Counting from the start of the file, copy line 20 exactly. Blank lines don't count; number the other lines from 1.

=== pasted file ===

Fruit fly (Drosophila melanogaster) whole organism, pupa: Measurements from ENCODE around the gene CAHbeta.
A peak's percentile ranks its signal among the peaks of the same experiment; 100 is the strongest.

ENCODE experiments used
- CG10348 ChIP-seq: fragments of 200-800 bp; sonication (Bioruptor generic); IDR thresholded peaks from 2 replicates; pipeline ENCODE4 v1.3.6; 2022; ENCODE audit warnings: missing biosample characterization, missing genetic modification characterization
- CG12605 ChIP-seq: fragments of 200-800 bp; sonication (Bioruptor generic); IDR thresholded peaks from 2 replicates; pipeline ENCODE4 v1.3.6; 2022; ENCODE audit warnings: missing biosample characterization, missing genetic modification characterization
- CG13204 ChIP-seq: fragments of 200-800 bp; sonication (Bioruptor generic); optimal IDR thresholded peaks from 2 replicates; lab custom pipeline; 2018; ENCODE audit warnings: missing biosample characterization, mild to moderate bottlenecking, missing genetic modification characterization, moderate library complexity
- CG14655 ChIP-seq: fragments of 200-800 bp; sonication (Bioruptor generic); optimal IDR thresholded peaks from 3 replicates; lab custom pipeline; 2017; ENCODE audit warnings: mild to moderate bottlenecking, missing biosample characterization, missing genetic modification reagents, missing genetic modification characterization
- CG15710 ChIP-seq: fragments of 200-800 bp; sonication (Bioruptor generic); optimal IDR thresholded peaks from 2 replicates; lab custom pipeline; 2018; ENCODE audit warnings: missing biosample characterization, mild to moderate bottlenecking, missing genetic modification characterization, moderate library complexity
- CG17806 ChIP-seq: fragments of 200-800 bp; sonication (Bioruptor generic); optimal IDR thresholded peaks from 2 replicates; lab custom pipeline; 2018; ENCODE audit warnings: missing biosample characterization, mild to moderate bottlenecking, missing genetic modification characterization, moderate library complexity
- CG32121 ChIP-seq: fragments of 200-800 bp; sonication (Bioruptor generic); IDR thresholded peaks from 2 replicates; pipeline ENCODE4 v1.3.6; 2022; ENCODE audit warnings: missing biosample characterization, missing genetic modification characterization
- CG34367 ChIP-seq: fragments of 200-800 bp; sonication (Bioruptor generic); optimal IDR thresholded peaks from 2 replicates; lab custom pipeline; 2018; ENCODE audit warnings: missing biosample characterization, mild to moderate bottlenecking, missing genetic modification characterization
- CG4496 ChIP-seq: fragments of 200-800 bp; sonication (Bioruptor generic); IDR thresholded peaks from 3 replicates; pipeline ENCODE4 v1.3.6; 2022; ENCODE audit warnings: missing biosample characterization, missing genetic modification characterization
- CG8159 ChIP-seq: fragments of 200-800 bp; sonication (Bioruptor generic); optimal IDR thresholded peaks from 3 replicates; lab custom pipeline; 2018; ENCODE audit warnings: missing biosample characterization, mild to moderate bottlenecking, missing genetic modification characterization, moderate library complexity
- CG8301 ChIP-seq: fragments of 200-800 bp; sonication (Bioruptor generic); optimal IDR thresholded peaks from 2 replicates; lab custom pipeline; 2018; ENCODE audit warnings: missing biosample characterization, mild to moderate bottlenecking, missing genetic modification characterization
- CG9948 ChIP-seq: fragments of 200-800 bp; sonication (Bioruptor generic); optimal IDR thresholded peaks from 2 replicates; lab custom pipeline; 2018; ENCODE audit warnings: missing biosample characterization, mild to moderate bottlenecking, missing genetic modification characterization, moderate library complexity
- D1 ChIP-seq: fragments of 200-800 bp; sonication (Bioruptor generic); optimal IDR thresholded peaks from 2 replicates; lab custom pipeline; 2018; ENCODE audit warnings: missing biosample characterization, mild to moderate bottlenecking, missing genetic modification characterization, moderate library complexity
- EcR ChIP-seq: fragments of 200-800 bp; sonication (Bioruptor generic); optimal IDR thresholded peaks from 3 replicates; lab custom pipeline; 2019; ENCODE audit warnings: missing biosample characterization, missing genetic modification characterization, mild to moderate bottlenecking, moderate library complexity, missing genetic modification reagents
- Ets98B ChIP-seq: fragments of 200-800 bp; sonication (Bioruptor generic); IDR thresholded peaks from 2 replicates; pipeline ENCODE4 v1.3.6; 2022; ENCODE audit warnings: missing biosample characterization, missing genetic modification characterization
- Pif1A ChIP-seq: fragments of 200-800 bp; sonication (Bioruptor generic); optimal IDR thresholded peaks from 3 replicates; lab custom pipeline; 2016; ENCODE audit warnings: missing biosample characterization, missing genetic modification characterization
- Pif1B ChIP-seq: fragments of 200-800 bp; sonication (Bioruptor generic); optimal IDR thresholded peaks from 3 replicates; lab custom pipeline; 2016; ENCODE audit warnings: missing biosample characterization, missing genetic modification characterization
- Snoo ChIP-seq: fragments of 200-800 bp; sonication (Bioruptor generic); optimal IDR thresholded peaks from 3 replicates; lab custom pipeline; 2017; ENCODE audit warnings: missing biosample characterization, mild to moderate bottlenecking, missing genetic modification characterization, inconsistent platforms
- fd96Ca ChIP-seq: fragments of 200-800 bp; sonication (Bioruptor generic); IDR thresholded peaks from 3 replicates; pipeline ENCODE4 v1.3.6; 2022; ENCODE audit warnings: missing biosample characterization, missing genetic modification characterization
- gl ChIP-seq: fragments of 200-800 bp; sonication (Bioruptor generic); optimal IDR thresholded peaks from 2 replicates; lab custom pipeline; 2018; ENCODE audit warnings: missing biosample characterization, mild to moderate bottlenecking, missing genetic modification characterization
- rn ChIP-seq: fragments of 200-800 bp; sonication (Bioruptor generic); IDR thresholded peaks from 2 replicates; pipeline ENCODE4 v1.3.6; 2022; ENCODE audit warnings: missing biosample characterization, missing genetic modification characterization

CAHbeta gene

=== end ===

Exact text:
- Pif1B ChIP-seq: fragments of 200-800 bp; sonication (Bioruptor generic); optimal IDR thresholded peaks from 3 replicates; lab custom pipeline; 2016; ENCODE audit warnings: missing biosample characterization, missing genetic modification characterization